Nameless but thriving, ‘Early Pearl’ was rediscovered in old gardens of the Southeast’s “Spanish Moss Belt.” Early to bloom and best where summers are hot, it has starry white petals, tiny citron cups that mature to white, and a fresher scent than most tazettas. Experts believe it dates to the late 1800s. 8 W-Y, 14-16”, zones 8a-9b(11bWC), big, fat California bulbs. Chart and care.
It’s back! Introduced at the height of the Roaring Twenties, this free-spirited flower combines a dozen long, wavy outer petals with a crinkled center of orange and gold. Pronounced fə də JWAH, it was bred by the master of doubles, William Copeland, and named for a celebratory rifle salute known as the “fire of joy.” 4 W-O, 18-20”, early-mid season, zones 4a-7b(9bWC), from Holland. Chart and care.
This fragrant beauty survives from the dawn of the 20th century when the wildflower grace of pheasant’s-eye narcissus made them especially popular. With snow-white petals and an eye of old gold trimmed with red, it’s named for 800-year-old Lisse, home of the world famous Keukenhof bulb gardens. 9 W-YYR, 18-20”, zones 4a-7a(9bWC), from Holland. Chart and care.
Every spring in the quaint old parterre garden at Keukenhof, Holland’s wonderland of bulbs, this charming antique trumpet launches the show. And who was Henry Irving? Visit www.theirvingsociety.org.uk to learn more about the Victorian actor who still has a fan club 100 years after his death. 1 Y-Y, 15-16”, zones 4a-8b(10bWC), from Holland. Chart and care.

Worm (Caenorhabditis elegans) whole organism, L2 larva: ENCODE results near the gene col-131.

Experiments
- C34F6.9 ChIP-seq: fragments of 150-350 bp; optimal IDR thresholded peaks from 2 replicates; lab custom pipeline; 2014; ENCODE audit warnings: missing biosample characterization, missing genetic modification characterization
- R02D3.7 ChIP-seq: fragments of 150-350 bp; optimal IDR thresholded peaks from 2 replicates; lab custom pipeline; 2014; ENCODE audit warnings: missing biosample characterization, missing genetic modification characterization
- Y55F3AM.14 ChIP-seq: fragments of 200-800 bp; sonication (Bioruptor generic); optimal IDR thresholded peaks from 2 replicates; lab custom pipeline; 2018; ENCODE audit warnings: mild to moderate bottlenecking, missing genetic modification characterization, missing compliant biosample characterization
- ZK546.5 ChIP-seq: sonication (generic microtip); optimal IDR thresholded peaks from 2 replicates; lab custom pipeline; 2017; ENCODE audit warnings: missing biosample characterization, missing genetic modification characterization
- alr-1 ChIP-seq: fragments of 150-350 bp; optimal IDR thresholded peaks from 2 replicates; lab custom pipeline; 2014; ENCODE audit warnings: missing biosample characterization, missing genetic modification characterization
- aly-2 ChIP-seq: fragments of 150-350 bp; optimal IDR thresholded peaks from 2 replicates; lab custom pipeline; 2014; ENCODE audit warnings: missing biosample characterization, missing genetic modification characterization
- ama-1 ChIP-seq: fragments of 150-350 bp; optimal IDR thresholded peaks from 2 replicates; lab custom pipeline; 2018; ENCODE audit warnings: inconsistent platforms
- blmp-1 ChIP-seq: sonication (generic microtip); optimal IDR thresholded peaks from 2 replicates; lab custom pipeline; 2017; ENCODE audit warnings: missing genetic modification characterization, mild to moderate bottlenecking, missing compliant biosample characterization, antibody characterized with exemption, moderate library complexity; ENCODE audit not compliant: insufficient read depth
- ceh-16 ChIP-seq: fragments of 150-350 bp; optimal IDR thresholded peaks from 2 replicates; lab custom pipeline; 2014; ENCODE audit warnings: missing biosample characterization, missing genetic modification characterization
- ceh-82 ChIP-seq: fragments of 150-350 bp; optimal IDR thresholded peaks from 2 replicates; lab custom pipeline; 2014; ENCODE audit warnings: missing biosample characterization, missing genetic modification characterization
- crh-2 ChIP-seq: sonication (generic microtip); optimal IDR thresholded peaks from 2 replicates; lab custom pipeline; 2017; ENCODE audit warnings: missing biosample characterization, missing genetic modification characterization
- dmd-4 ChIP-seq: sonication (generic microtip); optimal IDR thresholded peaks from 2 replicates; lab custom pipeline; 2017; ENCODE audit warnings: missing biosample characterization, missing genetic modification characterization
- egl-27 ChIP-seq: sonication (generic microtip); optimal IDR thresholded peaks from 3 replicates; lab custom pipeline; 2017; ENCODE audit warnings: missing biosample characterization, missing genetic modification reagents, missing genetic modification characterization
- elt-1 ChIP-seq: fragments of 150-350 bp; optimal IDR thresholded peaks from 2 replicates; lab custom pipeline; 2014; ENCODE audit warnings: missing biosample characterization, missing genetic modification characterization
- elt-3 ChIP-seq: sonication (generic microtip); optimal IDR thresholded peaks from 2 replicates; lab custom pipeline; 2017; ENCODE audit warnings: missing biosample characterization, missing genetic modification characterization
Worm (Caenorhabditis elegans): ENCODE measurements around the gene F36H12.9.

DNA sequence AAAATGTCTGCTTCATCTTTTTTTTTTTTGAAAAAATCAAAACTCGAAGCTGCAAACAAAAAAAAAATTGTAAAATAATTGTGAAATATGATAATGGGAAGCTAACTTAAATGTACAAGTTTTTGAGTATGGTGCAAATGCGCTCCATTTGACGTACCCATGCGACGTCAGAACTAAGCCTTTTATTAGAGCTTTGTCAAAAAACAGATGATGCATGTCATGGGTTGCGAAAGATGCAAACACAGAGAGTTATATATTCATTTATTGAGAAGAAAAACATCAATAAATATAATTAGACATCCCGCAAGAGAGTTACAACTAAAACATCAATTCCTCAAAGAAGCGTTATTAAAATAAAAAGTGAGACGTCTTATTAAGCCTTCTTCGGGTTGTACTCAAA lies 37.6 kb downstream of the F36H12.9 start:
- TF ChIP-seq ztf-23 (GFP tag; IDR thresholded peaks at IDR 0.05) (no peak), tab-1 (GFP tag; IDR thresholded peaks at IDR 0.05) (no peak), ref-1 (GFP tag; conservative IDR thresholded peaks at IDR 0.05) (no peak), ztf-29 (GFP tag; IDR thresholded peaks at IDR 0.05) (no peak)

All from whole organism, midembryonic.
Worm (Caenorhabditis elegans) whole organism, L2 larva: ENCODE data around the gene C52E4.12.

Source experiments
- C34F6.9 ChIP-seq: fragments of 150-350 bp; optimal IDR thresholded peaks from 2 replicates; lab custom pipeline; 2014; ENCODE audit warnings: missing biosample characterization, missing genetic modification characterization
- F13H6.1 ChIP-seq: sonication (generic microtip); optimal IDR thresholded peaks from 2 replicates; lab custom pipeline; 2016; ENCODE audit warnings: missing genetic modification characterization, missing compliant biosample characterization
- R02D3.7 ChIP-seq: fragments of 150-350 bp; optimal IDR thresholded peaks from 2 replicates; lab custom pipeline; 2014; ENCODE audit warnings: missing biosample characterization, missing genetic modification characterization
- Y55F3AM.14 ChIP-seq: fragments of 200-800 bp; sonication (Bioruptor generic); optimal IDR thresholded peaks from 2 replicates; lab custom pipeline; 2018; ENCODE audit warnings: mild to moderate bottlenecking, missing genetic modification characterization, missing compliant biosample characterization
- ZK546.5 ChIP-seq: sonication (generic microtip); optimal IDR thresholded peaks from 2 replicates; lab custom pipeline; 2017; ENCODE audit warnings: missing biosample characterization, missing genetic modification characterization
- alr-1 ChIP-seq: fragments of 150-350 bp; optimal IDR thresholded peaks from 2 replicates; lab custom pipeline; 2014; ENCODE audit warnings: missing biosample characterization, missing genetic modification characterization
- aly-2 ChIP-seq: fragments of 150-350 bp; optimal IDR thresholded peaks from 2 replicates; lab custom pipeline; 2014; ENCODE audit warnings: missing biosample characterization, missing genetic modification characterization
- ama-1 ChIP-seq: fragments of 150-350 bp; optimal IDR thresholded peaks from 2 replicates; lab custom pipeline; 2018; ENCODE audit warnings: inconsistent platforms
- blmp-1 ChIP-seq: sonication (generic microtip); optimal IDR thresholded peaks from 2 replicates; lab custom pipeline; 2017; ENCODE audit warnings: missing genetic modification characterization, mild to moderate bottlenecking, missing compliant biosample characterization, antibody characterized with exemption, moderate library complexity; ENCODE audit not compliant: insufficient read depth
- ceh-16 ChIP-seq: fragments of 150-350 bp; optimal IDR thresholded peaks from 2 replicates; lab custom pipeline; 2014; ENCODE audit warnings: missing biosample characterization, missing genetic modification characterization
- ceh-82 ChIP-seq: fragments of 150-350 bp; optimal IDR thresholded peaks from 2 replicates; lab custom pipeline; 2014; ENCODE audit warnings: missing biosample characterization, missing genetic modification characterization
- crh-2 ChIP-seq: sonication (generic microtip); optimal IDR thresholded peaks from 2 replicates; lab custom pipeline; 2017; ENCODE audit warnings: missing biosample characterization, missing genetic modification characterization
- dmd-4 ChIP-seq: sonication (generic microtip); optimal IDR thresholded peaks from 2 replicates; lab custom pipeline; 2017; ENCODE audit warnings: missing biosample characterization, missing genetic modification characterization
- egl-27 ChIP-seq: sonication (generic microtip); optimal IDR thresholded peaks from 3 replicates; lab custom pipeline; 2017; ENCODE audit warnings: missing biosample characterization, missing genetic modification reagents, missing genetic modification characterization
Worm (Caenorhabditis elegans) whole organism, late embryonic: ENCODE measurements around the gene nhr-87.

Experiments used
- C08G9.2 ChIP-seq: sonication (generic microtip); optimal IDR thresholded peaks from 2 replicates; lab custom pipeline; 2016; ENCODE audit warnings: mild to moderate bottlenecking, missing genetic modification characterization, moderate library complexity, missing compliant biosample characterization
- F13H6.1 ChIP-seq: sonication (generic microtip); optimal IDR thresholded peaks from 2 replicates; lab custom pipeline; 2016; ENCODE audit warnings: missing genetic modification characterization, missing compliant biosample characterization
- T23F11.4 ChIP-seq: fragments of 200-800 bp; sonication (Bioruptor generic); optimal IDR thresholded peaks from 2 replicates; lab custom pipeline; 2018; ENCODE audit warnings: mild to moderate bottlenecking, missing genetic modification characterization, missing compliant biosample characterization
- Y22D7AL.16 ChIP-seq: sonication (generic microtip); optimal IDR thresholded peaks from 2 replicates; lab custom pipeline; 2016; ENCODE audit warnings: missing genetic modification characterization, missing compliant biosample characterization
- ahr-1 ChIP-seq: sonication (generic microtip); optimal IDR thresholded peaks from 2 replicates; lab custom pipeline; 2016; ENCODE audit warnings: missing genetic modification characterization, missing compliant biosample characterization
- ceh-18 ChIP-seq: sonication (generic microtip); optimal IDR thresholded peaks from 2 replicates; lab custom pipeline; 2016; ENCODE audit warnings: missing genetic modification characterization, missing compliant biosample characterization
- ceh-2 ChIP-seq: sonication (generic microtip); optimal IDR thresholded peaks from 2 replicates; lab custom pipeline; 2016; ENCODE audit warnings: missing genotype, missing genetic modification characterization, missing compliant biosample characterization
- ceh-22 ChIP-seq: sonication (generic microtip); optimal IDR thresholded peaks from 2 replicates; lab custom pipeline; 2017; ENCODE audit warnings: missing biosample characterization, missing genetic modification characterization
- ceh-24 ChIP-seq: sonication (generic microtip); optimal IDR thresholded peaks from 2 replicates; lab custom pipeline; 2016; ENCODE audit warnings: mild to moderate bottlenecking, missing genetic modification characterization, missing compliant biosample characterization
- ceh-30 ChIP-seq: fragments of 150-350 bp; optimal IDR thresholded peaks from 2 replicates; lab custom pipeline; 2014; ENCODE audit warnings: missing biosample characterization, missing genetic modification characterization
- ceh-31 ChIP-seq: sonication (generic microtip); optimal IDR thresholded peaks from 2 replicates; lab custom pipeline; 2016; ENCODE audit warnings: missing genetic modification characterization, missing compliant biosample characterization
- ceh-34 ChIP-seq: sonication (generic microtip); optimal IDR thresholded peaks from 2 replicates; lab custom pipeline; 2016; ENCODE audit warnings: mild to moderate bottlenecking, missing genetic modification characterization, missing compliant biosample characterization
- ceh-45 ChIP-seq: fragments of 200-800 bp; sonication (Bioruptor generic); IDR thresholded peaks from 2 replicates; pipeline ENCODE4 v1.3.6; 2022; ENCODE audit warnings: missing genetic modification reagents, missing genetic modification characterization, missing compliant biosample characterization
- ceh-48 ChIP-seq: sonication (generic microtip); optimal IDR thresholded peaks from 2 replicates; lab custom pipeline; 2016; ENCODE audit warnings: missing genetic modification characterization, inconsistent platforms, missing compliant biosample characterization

Named for the Roman poet who celebrated country life and carpe diem, ‘Horace’ was once so popular that daffodil breeder P.D. Williams ranked it with the great ‘King Alfred’ as one of the two “outstanding successes” of its era. It’s another enduring gift to gardeners from the immortal George Engleheart, and truly a landmark daffodil. 9 W-GOR, 18-20”, zones 4a-7a(9bWC), from Holland. Chart and care.
Lemon chiffon pie? The fresh, light color of this rare double is hard to describe but refreshingly different from the bright yellows and golds of most daffodils. It’s distinct in shape, too, a fluffy poof of a flower, relaxed yet never sloppy. Prepare to meet a real individual! 4 Y-Y, 16-18”, z. 4a-7b(9bWC), Holland.
Chart and care.
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‘Insulinde’ somehow manages to be both graceful and exuberant at the same time. Framed by a row or two of creamy white outer petals, its center is a throng of luminous orange petalets spiked with random flares of cream. Bred by the illustrious Mrs. Backhouse (of daffodil and lily fame), it’s named for a wildly popular Victorian novel set in Indonesia. 4 W-O, 21-23”, zones 5a-7b(9bWC), from Holland. Chart and care.
From the creator of the great Copeland family trio — ‘Irene’, ‘Mary’, and ‘Mrs. William’ — comes this rare flower with round, creamy white petals and a wonderfully ruffled cup of apricot-gold maturing to lemon. (Read the family’s story here.) Its name honors the great 17th-century diarist and author of books about everything from trees (his famous Sylva) to “sallets.” 2 W-O, early blooming, 18-20”, zones 4a-8a(10bWC), from Holland. Chart and care.
True stock! You may think you’ve grown this landmark daffodil, but since the 1950s most bulbs sold in the US as ‘King Alfred’ have been newer, over-sized impostors that were easier to mass-produce in the mild, moist Dutch climate. The real ‘King’ is actually so rare today that we can’t offer it every year, but we have a small supply this fall from Holland’s greatest daffodil collector — and it’s gold, bold, and everything a world famous icon should be. Y-Y, 21-23", zones 4a-7b(9bWC), from Holland. Chart and care.
It’s back! Cute name, very cute flower. From the wild N. cyclamineus, it’s a bright yellow pixie with a long, fluted, “stove-pipe” trumpet and petals that sweep back as if it were riding a broomstick. Vigorous, early-blooming, and a terrific perennializer, it has inexplicably all but disappeared from US catalogs. 6Y-Y, 10-12 inches, early-mid season, zones 6a-8b(10bWC), from Holland. Chart and care.